Why Get a Baseline?
Concussion Baseline Information
M3Kinections.com

What is a concussion baseline?

A baseline is a fixed point of reference that is used for comparison purposes. Baseline concussion tests assess balance, brain function, visual acuity, concentration, and movement accuracy. There are numerous baseline concussion tests available. Each assesses some combination of cognitive processing, vision, and balance. Every type of test has areas of strength areas of weakness. If you or your child are extremely active in high-impact sports, a combination of tests may be your best option. The Dynavision D2 assesses current areas of strength and weakness in vision, balance, and movement. 

How often should you get retested? 

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What to do after head impact?

Annually or after a head impact. Humans are constantly changing and growing. Testing annually will keep your baseline accurate

If there is any concern, seek professional medical help immediately. As healing begins, ask your doctor when it is time to add additional care and get a baseline recheck.

What, if anything, can be done after head impact to support healing?

New research is continuing to adjust best practices after a head impact. We do know that a cycle of movement and rest helps the body to heal. As vision is generally affected, eye exercises are often helpful. Vestibular work (orientation in space) can help with motion sickness. Cranial work can help with headaches. Primitive reflex exercises can be helpful in reorganizing the body and brain. Dietary changes can balance the microbiome in the gut which directly affects the brain. (Did you know we have more neurons in our belly than the head?) Mindfulness practices and breathwork are helpful in calming the fight or flight response that is often present after impact. 

Why does it matter?

Every brain is unique. Without knowing the nuances of your brain, it is difficult to know what was affected by a head impact. The data collected during a baseline test helps medical professionals know how to best design your care plan after injure. Additionally, the results inform how and when you can safely return to various activities.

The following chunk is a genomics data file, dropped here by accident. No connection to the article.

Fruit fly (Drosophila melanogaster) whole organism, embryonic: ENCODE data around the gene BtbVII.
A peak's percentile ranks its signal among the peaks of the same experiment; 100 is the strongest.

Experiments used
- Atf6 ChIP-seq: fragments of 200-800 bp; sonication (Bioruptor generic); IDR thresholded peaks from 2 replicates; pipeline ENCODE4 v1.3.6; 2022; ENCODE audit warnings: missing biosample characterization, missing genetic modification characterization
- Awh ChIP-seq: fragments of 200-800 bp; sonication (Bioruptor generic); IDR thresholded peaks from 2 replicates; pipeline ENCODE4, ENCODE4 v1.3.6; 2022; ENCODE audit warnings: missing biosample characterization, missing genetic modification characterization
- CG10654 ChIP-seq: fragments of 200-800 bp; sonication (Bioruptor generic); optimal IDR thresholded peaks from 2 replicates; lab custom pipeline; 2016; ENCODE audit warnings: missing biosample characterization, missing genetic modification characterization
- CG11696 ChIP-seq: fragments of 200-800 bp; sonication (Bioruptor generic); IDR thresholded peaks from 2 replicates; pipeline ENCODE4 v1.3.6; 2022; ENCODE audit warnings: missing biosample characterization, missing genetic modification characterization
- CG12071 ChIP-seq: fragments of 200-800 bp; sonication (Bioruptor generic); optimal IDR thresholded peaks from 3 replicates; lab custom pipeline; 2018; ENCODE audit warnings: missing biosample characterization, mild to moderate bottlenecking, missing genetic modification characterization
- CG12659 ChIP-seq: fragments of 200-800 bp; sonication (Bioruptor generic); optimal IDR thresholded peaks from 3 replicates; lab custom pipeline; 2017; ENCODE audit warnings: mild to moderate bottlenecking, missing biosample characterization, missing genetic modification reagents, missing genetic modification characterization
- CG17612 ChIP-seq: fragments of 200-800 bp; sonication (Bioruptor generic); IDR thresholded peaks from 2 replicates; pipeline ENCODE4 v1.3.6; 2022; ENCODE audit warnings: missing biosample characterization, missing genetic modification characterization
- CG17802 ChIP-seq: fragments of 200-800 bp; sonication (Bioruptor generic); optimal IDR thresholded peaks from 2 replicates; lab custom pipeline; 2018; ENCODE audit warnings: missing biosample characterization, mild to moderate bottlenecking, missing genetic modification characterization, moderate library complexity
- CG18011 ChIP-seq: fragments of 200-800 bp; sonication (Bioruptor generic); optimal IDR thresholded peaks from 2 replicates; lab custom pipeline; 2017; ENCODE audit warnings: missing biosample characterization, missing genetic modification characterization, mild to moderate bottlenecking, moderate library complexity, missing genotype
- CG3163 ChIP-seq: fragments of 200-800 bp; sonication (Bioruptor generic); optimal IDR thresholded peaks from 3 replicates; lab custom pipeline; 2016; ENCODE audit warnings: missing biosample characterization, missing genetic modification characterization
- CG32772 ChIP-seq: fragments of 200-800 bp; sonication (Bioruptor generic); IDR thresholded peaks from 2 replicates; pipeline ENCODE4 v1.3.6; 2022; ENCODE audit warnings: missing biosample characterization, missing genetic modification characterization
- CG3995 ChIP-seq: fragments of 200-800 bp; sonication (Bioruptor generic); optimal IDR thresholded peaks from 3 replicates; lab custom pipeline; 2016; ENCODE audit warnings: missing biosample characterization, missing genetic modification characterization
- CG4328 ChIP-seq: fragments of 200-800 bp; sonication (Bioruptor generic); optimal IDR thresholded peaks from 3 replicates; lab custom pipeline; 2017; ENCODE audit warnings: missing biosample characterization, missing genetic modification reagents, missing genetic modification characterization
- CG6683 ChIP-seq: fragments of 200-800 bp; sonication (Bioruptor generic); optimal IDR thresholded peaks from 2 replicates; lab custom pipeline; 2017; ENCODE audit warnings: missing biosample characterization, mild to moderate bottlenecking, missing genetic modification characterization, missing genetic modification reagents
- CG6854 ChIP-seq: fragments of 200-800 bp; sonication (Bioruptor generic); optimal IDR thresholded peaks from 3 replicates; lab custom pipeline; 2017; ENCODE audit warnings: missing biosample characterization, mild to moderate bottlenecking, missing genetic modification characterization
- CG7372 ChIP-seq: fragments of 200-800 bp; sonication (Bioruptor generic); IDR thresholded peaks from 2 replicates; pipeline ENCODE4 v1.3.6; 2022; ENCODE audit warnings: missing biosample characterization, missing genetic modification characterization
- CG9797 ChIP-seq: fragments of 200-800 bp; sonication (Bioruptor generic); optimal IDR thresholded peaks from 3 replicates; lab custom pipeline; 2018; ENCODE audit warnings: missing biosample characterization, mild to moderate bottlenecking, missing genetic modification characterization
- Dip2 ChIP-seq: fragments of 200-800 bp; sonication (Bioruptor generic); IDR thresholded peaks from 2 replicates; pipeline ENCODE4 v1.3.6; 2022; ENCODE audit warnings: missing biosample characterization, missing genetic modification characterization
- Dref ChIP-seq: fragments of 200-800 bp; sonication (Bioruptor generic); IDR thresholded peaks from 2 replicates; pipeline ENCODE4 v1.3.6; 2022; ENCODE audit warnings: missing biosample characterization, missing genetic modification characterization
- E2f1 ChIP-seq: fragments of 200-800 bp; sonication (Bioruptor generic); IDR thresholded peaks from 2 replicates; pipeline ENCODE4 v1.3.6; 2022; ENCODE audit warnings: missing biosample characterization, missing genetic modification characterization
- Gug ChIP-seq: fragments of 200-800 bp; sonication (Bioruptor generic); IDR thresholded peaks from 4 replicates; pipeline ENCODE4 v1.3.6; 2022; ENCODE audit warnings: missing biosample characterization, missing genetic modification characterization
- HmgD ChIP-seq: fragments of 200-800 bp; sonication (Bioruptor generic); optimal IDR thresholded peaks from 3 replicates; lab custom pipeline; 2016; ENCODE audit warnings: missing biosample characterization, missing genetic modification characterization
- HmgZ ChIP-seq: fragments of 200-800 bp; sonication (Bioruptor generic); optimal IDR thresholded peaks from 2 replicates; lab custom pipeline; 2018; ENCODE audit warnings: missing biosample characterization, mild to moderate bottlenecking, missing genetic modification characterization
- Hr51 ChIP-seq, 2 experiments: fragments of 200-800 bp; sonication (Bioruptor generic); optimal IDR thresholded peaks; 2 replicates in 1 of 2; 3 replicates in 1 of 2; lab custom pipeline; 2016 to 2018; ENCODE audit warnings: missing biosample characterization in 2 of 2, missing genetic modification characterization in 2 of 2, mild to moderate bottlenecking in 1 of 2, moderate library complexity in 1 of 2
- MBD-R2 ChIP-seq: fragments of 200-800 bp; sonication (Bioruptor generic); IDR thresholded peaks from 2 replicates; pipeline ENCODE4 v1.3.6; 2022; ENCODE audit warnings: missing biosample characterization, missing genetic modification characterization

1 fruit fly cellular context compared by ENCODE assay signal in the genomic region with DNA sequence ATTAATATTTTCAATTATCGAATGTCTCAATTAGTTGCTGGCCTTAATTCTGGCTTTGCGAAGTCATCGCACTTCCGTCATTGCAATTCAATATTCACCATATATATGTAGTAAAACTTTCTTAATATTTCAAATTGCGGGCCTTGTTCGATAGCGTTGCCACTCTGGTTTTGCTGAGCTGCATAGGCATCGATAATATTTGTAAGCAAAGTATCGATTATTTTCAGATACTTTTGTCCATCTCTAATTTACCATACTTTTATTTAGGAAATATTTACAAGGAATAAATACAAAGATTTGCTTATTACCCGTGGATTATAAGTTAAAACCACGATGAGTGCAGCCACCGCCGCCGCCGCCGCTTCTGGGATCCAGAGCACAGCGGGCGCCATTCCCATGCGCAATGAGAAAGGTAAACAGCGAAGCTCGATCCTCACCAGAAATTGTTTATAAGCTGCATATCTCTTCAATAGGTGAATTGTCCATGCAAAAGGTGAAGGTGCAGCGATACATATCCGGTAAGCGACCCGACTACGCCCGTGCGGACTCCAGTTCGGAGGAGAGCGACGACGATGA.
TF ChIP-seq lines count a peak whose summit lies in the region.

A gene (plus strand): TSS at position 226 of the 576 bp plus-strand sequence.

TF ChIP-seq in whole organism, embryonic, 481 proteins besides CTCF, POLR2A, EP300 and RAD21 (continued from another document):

Why D2?

The Dynavision D2 light board measures performance and records the data to track improvement. M3K uses the D2 board for concussion baseline testing and post-impact tracking. The baseline test establishes computer-generated numbers for visual response, motor response, and physical response times with accuracy within 100th of a second. The test combines physical response, motor coordination, and visual acuity, including peripheral vision in a simultaneous single test. The D2 test does not include complex computation or neurocognitive skills. 

Each of the specific skills tested provides a piece of the larger picture of overall brain function. Testing multiple skills simultaneously provides a clearer picture of a person's likely response doing a complex task (multi-tasking or split attention than testing several areas individually. If one or more areas of neurocognitive are functioning at a deficit, there is an impact on the entire task. Driving for example is a complex task. Safe driving requires visual acuity, accurate spatial assessment, rapid decision-making skills, tight motor coordination, and broad peripheral vision all working cohesively. The same is true when interacting on a field or court, and even while doing complex home maintenance tasks. The concurrent multifaceted D2 testing provides essential information for decisions surrounding return to play, driving safety, and engaging in other complex tasks. 

Training on the D2 improves reaction times, visual-motor coordination, and peripheral awareness. By improving these skills, the user makes better faster and smarter decisions. 

How is it used?

Results from baseline testing can be used if a person has a head impact with a suspected concussion. Comparing post-injury test results to baseline test results assist health care professionals in identifying the effects of the injury. Additionally, test data helps make an informed decision regarding one's return to activity.

What is a concussion?

"A concussion is a type of traumatic brain injury- or TBI -caused by a bump, blow or jolt to the head or by a hit to the body that causes the head and brain to move rapidly back and forth. This sudden movement can cause the brain to bounce around or twist in the skull, creating chemical changes in the brain and sometimes stretching damaging brain cells." (CDC, 2019)

The word comes from the Latin concutere, meaning 'to shake violently'. Within the skull, the brain floats in a protective suspension of cerebrospinal fluid. A concussion occurs when either a direct impact or whiplash effect causes the brain to move inside the head and bump against the skull. Classic symptoms include confusion, loss of consciousness, disorientation, unsteadiness, dizziness, headache, and visual disturbances. Ultimately a concussion sets of what is known as the neurometabolic cascade. In simple terms, it means that the injured parts of the brain respond excitedly, overfiring certain synapses. Sometimes this results in the synapses burning out. (see M3Kinections website for more information and research)

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303.810.6781-Kristen@M3Kinections.com

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